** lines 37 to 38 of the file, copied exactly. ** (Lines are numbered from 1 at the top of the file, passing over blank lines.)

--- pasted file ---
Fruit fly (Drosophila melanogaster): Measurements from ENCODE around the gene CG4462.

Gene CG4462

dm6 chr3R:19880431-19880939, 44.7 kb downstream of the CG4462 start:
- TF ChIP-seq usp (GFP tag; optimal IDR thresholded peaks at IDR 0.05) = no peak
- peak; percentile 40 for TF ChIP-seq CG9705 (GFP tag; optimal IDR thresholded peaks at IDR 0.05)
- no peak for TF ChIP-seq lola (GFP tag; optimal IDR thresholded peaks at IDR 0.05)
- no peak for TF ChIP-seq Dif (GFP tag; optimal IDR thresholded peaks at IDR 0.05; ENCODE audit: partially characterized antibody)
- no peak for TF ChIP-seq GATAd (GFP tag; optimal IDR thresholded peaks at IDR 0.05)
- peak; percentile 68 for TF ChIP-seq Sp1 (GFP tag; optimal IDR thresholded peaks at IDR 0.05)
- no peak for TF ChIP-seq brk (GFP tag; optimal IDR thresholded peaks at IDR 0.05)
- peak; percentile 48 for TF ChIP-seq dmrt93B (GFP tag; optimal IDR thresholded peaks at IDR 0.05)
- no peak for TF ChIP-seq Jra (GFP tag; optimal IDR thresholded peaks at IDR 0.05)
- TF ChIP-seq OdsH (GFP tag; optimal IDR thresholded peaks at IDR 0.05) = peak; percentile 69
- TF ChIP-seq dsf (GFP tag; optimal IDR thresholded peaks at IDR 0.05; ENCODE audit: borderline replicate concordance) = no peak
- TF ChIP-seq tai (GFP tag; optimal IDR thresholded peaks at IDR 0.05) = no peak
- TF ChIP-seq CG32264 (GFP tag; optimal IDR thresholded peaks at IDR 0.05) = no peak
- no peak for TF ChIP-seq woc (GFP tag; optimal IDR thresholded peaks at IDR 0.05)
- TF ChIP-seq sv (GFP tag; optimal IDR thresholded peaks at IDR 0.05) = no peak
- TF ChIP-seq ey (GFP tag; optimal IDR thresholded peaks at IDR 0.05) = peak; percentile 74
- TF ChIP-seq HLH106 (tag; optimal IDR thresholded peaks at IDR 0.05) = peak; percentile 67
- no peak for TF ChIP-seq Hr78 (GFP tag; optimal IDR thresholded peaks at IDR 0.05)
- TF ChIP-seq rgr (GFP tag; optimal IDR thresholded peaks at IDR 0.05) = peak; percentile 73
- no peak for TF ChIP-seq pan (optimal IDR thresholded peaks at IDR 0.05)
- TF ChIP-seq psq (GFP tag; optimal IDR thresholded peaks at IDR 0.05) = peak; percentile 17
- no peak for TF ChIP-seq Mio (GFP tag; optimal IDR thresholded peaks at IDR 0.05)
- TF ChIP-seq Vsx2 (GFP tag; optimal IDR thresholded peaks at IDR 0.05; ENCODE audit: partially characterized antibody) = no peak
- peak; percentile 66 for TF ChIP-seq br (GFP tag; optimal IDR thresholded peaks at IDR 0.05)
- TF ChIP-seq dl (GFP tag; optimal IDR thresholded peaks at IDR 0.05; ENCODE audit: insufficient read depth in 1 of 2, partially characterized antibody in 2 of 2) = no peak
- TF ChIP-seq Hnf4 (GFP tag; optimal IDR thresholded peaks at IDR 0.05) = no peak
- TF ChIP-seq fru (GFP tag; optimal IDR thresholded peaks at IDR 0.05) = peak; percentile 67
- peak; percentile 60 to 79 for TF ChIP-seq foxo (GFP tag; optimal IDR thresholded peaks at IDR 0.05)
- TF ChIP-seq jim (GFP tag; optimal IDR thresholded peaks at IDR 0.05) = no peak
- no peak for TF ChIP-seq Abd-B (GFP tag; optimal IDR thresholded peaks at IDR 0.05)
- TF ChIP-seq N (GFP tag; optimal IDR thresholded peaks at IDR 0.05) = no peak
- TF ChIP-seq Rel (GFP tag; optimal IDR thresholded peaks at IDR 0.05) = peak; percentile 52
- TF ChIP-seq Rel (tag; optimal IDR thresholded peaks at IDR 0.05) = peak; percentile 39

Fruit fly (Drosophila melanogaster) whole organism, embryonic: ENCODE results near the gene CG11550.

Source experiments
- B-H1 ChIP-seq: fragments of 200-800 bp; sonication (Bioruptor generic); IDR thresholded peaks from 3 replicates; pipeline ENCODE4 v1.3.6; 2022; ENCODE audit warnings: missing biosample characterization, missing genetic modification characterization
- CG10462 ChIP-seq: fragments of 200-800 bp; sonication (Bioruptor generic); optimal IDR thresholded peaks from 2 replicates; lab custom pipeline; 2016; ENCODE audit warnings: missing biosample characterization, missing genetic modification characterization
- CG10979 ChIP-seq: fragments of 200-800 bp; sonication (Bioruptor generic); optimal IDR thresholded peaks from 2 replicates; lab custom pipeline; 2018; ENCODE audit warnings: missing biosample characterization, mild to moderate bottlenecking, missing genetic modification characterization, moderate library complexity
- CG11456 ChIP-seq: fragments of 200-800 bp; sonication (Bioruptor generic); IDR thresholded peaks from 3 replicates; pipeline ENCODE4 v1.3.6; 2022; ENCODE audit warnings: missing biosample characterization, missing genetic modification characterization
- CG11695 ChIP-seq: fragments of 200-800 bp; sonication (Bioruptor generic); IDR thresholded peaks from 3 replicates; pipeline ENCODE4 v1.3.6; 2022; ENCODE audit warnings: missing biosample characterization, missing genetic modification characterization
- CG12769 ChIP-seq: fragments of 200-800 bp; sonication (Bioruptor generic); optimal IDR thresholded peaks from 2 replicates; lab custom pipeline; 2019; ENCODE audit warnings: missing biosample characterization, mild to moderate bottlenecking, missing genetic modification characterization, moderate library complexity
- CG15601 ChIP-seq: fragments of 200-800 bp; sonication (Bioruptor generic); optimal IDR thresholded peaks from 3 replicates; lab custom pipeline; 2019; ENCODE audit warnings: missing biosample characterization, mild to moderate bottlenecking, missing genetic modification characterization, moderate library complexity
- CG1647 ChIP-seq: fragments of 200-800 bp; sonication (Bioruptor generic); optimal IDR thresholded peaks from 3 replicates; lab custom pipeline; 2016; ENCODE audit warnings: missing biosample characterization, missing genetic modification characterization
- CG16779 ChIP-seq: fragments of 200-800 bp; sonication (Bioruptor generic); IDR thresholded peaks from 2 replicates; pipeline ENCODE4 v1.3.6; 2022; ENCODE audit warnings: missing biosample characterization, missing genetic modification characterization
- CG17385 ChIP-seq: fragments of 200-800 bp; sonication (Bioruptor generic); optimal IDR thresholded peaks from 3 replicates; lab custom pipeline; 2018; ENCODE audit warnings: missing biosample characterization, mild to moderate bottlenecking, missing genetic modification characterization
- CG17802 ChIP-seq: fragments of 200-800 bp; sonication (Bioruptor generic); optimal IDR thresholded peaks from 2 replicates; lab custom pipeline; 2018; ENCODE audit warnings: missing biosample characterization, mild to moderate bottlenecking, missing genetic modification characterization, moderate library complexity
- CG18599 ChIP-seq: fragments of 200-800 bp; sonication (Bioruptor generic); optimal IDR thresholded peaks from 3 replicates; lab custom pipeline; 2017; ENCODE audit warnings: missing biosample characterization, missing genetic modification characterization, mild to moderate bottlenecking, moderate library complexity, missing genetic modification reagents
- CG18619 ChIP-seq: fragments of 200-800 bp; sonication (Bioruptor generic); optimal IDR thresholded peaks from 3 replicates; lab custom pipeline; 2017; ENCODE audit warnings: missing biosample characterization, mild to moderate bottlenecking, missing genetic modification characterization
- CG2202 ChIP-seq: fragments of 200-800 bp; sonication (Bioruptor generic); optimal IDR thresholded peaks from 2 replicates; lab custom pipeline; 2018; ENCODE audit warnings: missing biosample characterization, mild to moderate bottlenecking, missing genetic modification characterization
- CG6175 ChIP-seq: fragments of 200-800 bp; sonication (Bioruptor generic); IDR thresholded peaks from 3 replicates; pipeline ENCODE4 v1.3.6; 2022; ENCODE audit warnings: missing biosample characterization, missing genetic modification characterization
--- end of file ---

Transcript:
Fruit fly (Drosophila melanogaster) whole organism, embryonic: ENCODE results near the gene CG11550.

Source experiments